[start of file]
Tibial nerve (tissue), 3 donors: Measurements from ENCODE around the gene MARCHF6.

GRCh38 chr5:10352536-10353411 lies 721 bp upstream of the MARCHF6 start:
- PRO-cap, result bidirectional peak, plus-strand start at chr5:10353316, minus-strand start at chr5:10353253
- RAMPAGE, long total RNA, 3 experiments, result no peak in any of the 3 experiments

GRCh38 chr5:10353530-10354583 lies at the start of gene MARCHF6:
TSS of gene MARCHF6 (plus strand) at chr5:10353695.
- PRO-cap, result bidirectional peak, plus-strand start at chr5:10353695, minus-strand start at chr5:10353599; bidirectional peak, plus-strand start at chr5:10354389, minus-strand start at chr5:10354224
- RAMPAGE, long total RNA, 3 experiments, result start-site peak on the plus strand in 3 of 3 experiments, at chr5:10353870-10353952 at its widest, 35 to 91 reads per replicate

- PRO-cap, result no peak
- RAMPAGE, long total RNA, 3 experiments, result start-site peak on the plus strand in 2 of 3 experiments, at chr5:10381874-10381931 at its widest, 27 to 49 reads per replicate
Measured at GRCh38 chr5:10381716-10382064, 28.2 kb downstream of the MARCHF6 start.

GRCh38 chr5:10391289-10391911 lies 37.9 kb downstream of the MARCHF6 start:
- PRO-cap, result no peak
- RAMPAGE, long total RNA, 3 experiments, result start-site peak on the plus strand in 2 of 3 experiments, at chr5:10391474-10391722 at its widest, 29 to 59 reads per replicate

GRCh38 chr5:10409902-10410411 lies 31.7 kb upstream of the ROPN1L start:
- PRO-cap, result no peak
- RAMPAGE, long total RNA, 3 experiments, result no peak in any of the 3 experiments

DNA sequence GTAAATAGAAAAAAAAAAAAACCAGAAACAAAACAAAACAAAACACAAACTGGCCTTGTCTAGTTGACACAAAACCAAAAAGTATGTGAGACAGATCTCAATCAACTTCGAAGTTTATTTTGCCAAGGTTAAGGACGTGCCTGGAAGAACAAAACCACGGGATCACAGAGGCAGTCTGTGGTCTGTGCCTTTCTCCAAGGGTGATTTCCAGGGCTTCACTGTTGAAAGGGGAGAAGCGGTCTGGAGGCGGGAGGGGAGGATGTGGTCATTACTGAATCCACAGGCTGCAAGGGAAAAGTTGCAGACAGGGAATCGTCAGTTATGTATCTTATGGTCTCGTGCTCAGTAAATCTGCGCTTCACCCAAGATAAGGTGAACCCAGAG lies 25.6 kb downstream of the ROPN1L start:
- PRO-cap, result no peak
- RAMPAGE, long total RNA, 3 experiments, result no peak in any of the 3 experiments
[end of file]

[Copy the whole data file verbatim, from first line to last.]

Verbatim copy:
Tibial nerve (tissue), 3 donors: Measurements from ENCODE around the gene MARCHF6.

GRCh38 chr5:10352536-10353411 lies 721 bp upstream of the MARCHF6 start:
- PRO-cap, result bidirectional peak, plus-strand start at chr5:10353316, minus-strand start at chr5:10353253
- RAMPAGE, long total RNA, 3 experiments, result no peak in any of the 3 experiments

GRCh38 chr5:10353530-10354583 lies at the start of gene MARCHF6:
TSS of gene MARCHF6 (plus strand) at chr5:10353695.
- PRO-cap, result bidirectional peak, plus-strand start at chr5:10353695, minus-strand start at chr5:10353599; bidirectional peak, plus-strand start at chr5:10354389, minus-strand start at chr5:10354224
- RAMPAGE, long total RNA, 3 experiments, result start-site peak on the plus strand in 3 of 3 experiments, at chr5:10353870-10353952 at its widest, 35 to 91 reads per replicate

- PRO-cap, result no peak
- RAMPAGE, long total RNA, 3 experiments, result start-site peak on the plus strand in 2 of 3 experiments, at chr5:10381874-10381931 at its widest, 27 to 49 reads per replicate
Measured at GRCh38 chr5:10381716-10382064, 28.2 kb downstream of the MARCHF6 start.

GRCh38 chr5:10391289-10391911 lies 37.9 kb downstream of the MARCHF6 start:
- PRO-cap, result no peak
- RAMPAGE, long total RNA, 3 experiments, result start-site peak on the plus strand in 2 of 3 experiments, at chr5:10391474-10391722 at its widest, 29 to 59 reads per replicate

GRCh38 chr5:10409902-10410411 lies 31.7 kb upstream of the ROPN1L start:
- PRO-cap, result no peak
- RAMPAGE, long total RNA, 3 experiments, result no peak in any of the 3 experiments

DNA sequence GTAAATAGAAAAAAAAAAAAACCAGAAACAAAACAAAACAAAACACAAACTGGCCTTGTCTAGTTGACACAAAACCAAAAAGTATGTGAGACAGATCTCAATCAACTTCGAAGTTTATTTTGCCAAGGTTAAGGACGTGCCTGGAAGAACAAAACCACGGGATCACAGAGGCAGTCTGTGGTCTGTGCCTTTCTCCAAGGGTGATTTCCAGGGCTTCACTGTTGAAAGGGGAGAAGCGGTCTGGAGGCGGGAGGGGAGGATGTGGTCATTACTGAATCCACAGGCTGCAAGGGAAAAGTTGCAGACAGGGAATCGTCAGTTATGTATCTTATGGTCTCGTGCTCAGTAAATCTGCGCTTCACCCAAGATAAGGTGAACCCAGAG lies 25.6 kb downstream of the ROPN1L start:
- PRO-cap, result no peak
- RAMPAGE, long total RNA, 3 experiments, result no peak in any of the 3 experiments